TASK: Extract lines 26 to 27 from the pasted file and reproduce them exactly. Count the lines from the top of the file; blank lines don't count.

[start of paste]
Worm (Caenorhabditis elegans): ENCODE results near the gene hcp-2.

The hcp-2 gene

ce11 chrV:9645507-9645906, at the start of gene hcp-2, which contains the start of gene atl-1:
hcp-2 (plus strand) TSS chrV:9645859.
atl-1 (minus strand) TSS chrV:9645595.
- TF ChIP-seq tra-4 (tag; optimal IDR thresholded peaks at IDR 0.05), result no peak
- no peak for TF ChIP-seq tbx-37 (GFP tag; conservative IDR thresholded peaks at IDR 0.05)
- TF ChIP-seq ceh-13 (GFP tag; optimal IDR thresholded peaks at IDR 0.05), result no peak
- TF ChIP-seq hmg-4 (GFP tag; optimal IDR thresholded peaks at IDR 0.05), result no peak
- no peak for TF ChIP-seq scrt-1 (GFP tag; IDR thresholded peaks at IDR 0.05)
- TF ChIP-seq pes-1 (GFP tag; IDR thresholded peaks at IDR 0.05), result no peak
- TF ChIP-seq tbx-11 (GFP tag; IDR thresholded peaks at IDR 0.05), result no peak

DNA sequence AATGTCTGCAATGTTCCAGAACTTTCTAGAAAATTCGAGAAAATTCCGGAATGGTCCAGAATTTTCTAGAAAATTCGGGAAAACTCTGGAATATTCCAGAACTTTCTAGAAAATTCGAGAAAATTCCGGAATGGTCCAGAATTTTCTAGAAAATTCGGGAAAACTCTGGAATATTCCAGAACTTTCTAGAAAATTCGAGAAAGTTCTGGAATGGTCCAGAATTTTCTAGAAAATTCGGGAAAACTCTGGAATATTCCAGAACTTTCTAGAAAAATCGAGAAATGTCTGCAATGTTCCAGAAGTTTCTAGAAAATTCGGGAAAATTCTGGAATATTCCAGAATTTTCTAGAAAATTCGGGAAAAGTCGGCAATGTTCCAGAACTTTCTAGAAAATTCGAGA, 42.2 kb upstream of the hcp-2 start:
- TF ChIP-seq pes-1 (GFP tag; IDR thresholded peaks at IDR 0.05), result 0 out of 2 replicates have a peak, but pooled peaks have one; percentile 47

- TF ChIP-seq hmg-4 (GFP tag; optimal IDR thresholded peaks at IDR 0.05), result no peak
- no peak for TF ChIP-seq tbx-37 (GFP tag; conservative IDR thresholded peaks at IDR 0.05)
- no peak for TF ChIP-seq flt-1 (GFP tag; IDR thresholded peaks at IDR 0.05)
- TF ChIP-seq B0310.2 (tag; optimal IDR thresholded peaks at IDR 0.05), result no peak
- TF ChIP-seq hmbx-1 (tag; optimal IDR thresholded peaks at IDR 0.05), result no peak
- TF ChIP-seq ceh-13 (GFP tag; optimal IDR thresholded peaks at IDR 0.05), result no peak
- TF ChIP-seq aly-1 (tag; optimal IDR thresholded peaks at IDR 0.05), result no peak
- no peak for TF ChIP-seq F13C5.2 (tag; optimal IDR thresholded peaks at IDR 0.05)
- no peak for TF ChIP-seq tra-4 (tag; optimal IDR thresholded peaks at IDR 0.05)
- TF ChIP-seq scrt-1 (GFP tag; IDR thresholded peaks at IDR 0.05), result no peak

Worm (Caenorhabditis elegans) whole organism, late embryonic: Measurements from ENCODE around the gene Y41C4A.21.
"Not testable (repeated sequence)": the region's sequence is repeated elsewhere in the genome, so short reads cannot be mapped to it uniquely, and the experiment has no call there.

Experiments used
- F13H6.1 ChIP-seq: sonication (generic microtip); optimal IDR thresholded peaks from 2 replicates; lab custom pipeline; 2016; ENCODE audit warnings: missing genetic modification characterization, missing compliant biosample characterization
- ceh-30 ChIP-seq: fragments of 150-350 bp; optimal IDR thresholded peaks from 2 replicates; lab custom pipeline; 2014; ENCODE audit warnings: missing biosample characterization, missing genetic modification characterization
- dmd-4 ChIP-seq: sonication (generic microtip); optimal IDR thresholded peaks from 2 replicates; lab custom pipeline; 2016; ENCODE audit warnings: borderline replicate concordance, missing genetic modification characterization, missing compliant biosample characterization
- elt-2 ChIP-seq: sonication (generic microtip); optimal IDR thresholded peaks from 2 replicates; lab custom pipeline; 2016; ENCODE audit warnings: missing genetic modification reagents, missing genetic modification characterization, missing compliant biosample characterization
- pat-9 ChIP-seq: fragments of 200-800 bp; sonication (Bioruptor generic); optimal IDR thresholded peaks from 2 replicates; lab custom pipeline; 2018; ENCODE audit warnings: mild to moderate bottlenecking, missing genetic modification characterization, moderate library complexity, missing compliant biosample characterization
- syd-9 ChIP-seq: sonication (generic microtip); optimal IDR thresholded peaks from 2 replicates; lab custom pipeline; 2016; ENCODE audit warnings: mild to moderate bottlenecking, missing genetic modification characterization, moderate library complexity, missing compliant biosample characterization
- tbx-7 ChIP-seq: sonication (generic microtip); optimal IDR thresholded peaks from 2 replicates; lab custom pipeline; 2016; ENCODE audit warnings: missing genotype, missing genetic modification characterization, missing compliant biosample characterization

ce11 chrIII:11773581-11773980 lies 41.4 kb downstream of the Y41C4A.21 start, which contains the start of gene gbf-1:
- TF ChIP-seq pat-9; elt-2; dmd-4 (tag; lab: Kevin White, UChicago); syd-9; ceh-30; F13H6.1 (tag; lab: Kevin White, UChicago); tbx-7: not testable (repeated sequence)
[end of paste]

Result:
"Not testable (repeated sequence)": the region's sequence is repeated elsewhere in the genome, so short reads cannot be mapped to it uniquely, and the experiment has no call there.

Experiments used